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For several years prior to the great recession of 2009 there had been rising controversy about the rising flow of undocumented migrants across the US/Mexico border. Most of these people were Mexican nationals seeking employment opportunities in the US. With the drastic contraction in the US economy this flow of migrants slowed dramatically because of the decline in employment opportunity. The political pressure for passage of an immigration reform measure also decreased and the issue has been bogged down in the usual US bipartisan political squabble. Now there is an increase flow of people again, but most of them are starting their journeys in Central America rather than Mexico and they are seeking asylum.

Poverty and Violence Push New Wave of Migrants Toward U.S.  

After six years of steep declines across the Southwest, illegal crossings have soared in South Texas while remaining low elsewhere. The Border Patrol made more than 90,700 apprehensions in the Rio Grande Valley in the past six months, a 69 percent increase over last year.

The migrants are no longer primarily Mexican laborers. Instead they are Central Americans, including many families with small children and youngsters without their parents, who risk a danger-filled journey across Mexico. Driven out by deepening poverty but also by rampant gang violence, increasing numbers of migrants caught here seek asylum, setting off lengthy legal procedures to determine whether they qualify.

With detention facilities, asylum offices and immigration courts overwhelmed, enough migrants have been released temporarily in the United States that back home in Central America people have heard that those who make it to American soil have a good chance of staying.

“Word has gotten out that we’re giving people permission and walking them out the door,” said Chris Cabrera, a Border Patrol agent who is vice president of the local of the National Border Patrol Council, the agents’ union. “So they’re coming across in droves.”

There has been considerable discussion and controversy about the level of deportations of migrants during the Obama administration. It seems that any attempt to understand this requires looking beyond total numbers to the different situations involved. Deporting Mexicans is simply a matter of getting them across the border and back into Mexico. It becomes more complicated in dealing with people who come from other countries.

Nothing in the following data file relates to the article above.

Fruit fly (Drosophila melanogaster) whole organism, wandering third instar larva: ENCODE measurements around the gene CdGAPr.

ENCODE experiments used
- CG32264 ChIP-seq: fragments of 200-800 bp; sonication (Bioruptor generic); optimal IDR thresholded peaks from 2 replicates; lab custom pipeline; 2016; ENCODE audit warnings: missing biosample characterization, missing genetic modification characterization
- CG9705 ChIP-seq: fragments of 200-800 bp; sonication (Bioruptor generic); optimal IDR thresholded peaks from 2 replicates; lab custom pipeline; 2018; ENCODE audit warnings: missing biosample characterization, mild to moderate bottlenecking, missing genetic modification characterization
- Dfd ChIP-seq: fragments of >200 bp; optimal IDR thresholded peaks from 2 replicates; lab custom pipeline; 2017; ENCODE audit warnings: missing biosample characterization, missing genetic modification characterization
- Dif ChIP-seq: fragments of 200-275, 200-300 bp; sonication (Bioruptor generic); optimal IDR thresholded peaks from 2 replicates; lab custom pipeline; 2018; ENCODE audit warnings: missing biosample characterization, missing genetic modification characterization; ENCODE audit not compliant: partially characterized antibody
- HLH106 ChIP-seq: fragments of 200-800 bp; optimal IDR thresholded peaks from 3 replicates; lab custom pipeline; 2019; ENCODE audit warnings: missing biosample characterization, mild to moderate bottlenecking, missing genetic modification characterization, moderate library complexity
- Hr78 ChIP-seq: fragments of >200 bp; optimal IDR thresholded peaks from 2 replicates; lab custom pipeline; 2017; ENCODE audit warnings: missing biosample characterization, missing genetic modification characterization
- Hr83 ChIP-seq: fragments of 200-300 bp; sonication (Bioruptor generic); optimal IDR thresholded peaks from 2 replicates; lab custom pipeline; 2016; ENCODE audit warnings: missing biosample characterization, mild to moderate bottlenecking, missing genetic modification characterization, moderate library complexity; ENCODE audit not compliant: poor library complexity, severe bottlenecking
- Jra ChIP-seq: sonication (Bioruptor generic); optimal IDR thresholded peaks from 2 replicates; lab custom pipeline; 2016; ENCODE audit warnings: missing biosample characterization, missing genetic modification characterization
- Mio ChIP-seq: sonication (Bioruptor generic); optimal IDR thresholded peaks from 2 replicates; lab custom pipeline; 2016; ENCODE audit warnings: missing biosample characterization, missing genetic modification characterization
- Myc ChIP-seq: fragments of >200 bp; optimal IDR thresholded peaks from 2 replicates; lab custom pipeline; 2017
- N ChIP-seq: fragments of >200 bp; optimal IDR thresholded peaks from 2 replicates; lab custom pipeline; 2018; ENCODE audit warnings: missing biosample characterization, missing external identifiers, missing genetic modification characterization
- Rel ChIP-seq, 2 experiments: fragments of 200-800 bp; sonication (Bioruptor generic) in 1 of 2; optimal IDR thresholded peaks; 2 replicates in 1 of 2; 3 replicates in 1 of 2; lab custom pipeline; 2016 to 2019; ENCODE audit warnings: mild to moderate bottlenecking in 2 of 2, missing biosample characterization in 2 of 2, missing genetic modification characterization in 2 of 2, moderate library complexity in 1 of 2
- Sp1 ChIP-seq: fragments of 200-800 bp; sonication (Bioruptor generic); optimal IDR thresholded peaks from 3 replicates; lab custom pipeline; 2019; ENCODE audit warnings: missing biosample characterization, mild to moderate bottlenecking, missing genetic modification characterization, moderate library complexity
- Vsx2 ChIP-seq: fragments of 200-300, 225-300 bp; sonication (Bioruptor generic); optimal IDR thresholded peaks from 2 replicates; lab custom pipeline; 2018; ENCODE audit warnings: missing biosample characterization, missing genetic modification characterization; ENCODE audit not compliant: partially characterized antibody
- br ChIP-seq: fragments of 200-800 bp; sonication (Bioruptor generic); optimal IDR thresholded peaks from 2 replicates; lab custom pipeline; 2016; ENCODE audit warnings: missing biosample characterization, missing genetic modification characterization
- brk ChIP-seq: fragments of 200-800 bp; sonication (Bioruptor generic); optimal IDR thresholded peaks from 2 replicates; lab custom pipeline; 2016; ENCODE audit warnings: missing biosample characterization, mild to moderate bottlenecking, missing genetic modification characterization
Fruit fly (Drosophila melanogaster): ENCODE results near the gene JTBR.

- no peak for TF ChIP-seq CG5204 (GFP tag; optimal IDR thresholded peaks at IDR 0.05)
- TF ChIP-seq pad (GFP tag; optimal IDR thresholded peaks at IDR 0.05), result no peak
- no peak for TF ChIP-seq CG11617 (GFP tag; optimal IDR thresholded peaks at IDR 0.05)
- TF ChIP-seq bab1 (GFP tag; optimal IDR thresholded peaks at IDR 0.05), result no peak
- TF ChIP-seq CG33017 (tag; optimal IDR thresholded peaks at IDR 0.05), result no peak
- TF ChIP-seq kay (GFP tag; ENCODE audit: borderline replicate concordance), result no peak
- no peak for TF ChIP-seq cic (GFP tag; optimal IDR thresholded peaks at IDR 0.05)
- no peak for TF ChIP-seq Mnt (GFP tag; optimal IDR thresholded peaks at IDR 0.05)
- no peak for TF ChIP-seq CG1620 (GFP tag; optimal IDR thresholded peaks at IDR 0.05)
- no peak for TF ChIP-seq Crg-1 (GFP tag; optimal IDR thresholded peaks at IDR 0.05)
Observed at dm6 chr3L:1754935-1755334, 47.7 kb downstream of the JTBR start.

But whereas Mexicans can be swiftly returned by the Border Patrol, migrants from noncontiguous countries must be formally deported and flown home by other agencies. Even though federal flights are leaving South Texas every day, Central Americans are often detained longer.

Women with children are detained separately. But because the nearest facility for “family units” is in Pennsylvania, families apprehended in the Rio Grande Valley are likely to be released while their cases proceed, a senior deportations official said.

Minors without parents are turned over to the Department of Health and Human Services, which holds them in shelters that provide medical care and schooling and tries to send them to relatives in the United States. The authorities here are expecting 35,000 unaccompanied minors this year, triple the number two years ago.

The requirements of asylum law place responsibilities on border patrol to process the application of people who are seeking asylum from danger in their home country. According to this article the Obama administration has set a flexible standard for the triggering of formal asylum processing in order to avoid the risk of deporting people who are in serious danger. This has increased the number of people who are in the pipeline and exceeded the capacity of the available detention facilities.